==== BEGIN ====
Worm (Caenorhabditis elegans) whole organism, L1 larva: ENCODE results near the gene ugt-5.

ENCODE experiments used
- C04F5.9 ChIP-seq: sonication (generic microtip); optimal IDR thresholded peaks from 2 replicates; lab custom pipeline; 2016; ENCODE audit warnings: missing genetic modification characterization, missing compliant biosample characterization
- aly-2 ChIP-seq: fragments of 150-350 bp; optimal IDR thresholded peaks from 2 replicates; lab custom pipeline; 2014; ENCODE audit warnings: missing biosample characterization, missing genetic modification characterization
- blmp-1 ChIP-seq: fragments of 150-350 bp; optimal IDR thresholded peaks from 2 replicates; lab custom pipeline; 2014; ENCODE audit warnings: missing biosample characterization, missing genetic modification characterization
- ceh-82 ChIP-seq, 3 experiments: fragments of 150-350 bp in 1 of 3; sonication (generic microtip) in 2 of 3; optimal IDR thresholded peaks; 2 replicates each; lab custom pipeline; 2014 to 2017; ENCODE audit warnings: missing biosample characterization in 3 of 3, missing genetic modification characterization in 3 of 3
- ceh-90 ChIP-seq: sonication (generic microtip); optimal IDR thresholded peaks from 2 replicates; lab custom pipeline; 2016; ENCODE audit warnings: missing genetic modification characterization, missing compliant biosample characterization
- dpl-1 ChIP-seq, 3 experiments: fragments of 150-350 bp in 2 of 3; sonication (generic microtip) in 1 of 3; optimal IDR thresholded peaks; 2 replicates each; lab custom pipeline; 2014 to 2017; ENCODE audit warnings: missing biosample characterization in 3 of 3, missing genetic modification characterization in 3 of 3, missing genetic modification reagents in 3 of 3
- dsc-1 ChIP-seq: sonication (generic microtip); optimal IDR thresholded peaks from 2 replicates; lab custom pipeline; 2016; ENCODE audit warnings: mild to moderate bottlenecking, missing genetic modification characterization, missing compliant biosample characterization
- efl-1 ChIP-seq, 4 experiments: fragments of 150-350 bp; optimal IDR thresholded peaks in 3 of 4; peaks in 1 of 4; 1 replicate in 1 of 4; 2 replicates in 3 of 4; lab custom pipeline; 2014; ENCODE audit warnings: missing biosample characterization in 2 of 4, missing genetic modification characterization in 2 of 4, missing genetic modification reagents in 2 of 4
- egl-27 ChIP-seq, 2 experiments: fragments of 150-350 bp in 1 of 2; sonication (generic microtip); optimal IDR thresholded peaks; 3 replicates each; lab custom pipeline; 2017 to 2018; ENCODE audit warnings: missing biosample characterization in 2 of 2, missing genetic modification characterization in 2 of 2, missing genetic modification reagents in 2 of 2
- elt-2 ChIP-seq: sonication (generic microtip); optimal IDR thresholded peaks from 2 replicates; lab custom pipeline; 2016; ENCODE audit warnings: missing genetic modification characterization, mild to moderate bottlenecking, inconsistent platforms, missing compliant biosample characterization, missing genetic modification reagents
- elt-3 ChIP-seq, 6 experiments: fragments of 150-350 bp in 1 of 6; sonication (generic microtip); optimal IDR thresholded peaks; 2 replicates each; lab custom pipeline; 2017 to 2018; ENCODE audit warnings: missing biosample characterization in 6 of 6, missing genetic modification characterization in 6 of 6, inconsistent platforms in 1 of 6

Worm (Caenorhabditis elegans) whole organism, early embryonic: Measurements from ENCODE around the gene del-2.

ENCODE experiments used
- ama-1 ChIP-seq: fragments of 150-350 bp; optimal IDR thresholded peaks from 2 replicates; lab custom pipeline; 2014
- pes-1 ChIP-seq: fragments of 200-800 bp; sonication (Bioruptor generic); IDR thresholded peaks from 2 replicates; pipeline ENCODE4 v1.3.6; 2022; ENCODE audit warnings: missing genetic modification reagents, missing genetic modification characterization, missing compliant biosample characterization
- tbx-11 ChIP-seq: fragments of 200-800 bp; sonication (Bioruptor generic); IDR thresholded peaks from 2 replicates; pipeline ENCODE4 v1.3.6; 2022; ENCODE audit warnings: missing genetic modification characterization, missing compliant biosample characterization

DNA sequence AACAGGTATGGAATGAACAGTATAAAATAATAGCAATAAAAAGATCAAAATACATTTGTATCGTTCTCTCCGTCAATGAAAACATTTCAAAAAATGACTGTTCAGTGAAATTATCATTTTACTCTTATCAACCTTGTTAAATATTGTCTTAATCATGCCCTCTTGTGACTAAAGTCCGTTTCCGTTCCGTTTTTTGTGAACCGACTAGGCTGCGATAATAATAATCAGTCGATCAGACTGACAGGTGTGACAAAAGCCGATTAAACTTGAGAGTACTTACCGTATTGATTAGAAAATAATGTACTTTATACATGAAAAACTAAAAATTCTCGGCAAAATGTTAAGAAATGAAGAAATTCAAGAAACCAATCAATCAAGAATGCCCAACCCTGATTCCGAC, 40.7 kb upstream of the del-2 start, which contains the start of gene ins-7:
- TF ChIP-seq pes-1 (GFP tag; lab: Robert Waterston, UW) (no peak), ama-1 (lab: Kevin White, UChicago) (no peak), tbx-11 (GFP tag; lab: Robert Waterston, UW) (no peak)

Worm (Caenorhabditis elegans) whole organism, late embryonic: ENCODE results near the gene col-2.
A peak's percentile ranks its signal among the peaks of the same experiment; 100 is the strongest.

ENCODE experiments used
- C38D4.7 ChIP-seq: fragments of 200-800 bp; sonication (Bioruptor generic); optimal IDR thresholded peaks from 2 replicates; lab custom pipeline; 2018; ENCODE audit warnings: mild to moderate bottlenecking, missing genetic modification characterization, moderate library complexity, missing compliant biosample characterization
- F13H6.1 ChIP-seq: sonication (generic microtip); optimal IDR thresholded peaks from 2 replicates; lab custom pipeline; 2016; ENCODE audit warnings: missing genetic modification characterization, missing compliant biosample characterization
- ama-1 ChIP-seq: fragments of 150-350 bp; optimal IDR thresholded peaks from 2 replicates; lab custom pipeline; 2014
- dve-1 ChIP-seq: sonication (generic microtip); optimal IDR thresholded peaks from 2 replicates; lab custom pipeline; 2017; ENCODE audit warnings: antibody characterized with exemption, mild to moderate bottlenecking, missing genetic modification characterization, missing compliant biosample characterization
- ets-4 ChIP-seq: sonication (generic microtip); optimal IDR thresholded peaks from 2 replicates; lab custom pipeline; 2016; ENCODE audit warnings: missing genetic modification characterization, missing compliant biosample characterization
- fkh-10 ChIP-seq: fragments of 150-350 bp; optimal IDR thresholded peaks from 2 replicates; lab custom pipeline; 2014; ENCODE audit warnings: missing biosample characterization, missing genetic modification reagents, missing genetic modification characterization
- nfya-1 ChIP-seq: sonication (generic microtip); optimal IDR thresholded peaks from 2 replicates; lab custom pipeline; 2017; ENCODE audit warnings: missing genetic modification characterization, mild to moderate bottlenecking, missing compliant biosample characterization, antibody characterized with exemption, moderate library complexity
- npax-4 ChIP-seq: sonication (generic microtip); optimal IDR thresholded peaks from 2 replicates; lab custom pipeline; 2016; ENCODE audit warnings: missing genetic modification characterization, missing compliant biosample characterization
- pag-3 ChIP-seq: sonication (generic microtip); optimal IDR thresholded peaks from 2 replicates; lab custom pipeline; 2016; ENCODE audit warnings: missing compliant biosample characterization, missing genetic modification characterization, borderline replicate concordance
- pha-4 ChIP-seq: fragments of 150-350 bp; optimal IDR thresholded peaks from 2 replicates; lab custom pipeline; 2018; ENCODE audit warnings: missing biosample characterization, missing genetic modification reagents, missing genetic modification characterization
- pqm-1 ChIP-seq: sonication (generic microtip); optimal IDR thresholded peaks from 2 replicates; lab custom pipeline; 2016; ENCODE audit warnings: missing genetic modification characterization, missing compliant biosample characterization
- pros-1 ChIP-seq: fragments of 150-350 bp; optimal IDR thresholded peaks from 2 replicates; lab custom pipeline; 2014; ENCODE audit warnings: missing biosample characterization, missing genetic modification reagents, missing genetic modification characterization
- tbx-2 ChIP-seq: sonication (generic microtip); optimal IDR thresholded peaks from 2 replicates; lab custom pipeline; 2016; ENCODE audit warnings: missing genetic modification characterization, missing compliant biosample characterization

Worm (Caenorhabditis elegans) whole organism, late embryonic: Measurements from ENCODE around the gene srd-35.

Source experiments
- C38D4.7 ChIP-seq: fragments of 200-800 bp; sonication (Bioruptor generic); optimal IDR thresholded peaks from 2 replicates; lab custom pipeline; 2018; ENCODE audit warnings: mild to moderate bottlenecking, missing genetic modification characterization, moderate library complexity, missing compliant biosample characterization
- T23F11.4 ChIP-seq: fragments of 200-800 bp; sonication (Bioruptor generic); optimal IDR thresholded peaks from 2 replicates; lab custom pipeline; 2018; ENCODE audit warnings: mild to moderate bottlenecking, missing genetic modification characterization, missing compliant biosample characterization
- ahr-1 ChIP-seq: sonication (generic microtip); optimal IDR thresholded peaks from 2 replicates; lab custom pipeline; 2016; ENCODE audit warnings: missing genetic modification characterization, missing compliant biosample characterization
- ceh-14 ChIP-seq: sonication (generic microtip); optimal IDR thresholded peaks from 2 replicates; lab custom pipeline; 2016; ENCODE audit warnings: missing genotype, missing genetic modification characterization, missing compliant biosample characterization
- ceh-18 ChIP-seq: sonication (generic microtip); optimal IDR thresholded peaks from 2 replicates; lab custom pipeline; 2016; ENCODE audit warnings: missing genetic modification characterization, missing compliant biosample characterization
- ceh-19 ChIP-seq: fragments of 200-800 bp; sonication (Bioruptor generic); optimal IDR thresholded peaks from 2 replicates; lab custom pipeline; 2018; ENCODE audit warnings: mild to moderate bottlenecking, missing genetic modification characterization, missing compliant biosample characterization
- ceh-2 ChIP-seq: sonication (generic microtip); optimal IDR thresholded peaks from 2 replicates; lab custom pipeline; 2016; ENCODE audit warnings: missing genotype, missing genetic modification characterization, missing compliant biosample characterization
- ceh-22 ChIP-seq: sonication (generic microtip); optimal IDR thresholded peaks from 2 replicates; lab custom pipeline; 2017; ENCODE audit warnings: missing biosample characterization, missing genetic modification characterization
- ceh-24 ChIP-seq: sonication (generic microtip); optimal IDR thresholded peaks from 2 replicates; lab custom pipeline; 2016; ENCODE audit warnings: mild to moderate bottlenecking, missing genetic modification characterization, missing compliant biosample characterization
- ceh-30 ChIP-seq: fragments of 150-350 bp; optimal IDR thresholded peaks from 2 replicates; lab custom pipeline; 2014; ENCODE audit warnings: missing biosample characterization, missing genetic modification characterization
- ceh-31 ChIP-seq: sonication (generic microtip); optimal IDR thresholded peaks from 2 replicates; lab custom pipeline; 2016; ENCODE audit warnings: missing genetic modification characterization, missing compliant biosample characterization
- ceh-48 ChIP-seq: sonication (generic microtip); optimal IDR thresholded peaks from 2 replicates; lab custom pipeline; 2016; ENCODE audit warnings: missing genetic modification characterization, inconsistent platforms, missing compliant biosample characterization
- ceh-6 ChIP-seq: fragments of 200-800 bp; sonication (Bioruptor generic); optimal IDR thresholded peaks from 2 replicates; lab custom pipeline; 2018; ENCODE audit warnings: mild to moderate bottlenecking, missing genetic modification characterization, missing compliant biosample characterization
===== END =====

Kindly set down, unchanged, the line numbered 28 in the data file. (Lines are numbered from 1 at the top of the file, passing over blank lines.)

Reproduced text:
- ets-4 ChIP-seq: sonication (generic microtip); optimal IDR thresholded peaks from 2 replicates; lab custom pipeline; 2016; ENCODE audit warnings: missing genetic modification characterization, missing compliant biosample characterization